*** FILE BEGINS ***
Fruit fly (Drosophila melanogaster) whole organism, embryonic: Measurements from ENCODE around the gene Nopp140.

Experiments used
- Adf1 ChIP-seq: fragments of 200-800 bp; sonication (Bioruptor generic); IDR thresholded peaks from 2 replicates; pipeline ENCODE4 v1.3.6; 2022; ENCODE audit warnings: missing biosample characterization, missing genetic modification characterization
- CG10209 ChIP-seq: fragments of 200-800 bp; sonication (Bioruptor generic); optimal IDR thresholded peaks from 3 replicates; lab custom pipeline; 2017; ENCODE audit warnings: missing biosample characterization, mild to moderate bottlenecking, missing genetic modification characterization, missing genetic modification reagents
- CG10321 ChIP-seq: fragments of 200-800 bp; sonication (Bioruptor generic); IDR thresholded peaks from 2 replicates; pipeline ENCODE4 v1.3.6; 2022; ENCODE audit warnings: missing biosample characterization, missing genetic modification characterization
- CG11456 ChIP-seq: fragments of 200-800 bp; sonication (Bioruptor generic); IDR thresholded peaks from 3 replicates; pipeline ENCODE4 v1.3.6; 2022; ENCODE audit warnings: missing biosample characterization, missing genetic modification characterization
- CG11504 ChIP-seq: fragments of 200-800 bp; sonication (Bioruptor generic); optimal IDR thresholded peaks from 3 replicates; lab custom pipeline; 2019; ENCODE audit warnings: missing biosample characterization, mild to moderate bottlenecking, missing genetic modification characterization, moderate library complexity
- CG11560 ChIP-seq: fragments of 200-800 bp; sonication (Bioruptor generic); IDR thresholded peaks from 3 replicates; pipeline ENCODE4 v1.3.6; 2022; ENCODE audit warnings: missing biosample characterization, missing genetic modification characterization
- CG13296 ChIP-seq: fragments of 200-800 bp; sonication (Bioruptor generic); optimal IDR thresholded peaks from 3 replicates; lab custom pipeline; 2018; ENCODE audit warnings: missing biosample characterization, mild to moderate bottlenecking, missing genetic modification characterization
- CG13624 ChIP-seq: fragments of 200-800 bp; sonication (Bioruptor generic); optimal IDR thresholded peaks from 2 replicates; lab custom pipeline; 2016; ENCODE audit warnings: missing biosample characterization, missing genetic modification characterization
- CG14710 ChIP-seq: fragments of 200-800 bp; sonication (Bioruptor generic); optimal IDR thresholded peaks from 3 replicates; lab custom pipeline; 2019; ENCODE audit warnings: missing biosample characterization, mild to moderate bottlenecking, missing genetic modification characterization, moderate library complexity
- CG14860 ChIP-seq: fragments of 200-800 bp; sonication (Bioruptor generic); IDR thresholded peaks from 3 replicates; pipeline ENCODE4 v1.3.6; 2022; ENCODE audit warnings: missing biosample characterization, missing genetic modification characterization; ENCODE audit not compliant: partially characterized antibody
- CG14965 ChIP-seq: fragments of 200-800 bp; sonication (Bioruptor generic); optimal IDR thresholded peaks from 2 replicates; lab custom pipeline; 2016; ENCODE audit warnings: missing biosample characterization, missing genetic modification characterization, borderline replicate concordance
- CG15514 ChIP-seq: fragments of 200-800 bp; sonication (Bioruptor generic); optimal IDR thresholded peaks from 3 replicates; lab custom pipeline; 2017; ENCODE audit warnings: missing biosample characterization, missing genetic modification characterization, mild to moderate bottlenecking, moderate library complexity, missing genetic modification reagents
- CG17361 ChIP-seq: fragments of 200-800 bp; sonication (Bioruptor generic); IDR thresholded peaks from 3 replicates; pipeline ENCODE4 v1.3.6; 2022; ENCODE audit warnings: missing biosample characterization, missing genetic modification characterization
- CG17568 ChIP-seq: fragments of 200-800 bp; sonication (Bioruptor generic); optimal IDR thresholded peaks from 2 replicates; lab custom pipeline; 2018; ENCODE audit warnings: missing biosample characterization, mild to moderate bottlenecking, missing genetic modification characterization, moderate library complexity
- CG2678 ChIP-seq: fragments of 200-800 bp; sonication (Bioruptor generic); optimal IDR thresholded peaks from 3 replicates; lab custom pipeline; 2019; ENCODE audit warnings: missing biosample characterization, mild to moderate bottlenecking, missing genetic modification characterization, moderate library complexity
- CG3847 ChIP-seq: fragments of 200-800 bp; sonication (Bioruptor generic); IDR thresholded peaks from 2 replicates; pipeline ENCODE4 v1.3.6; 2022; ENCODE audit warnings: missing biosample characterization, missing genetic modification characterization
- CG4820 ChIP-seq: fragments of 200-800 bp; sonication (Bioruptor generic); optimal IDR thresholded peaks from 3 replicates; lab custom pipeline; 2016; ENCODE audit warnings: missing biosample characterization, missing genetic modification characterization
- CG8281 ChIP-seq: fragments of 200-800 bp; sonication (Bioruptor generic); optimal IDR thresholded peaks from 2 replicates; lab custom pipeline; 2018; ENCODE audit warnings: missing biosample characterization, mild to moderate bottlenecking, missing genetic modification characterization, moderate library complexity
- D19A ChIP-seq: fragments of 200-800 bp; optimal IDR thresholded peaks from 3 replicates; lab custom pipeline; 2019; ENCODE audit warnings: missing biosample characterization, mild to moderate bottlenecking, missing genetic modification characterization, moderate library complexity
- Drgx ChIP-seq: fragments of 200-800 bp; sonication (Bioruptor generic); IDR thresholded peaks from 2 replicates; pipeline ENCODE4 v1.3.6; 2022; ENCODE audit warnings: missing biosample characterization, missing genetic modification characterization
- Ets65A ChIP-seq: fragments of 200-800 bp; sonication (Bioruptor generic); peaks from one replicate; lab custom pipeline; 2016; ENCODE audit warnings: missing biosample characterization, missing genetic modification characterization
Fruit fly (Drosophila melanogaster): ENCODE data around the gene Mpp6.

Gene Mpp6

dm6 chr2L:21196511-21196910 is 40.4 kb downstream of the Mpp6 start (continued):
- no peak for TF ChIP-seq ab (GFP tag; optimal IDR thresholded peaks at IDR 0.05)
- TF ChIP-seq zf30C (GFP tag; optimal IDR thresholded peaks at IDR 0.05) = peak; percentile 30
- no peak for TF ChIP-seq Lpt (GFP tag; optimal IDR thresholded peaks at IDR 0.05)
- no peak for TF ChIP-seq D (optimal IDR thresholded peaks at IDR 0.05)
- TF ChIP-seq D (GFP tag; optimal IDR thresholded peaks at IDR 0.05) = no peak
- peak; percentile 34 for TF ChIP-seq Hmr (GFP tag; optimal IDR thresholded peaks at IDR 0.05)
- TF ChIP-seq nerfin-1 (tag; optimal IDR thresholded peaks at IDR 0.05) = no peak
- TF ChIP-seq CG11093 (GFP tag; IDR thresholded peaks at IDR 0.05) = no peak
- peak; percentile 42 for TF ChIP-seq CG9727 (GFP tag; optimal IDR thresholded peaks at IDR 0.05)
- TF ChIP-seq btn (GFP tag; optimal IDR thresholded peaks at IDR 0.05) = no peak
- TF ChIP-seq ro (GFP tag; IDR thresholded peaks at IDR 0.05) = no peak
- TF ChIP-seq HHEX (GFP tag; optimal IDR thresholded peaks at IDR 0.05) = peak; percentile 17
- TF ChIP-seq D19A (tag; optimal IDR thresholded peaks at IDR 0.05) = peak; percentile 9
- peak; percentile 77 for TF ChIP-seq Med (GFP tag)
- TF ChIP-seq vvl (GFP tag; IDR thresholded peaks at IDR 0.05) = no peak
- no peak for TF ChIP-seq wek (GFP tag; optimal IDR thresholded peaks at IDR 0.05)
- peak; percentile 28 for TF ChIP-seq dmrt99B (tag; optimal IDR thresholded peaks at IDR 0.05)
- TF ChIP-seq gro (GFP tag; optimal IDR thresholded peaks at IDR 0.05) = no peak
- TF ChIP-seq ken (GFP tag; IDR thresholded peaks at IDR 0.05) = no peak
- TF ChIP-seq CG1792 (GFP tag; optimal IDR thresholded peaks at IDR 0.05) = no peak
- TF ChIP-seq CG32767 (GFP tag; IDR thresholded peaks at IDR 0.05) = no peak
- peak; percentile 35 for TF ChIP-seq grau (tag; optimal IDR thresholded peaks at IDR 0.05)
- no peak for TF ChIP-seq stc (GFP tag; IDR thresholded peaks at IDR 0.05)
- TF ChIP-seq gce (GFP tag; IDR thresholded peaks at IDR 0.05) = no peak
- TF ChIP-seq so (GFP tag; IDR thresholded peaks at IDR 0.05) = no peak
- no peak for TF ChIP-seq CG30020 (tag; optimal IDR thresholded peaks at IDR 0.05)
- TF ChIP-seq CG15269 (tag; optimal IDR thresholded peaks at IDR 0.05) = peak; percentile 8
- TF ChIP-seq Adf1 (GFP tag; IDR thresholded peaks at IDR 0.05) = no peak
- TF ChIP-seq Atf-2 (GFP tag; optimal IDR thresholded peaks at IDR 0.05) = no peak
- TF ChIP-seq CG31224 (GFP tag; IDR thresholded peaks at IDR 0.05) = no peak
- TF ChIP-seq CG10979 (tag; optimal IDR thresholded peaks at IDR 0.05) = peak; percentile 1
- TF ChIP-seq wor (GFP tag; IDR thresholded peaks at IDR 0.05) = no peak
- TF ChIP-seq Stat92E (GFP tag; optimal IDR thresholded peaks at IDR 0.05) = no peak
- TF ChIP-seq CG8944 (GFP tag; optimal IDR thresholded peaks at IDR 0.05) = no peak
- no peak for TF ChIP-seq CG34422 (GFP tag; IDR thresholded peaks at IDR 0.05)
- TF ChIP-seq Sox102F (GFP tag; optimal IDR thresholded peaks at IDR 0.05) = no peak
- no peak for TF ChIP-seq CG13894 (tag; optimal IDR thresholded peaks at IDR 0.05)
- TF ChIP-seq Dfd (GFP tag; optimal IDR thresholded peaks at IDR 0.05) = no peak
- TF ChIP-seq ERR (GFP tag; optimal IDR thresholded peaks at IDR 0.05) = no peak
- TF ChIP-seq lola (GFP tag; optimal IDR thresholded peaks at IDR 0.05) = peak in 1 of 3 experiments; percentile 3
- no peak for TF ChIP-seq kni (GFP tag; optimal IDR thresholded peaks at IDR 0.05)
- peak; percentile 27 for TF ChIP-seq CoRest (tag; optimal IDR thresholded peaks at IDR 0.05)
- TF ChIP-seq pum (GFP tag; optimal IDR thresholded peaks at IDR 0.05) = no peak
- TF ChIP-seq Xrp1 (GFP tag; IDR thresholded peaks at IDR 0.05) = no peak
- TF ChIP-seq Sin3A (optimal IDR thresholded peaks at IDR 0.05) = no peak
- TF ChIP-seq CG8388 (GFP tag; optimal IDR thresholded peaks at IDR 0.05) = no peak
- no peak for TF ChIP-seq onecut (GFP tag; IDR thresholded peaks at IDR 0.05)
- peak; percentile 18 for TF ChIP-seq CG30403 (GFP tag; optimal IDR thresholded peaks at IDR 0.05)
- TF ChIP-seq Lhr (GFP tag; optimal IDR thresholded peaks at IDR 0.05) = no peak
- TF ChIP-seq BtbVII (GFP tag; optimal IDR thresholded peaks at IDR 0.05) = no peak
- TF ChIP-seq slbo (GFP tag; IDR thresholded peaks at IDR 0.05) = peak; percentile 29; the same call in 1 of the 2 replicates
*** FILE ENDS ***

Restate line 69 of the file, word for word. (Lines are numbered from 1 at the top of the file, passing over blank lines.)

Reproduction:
- TF ChIP-seq pum (GFP tag; optimal IDR thresholded peaks at IDR 0.05) = no peak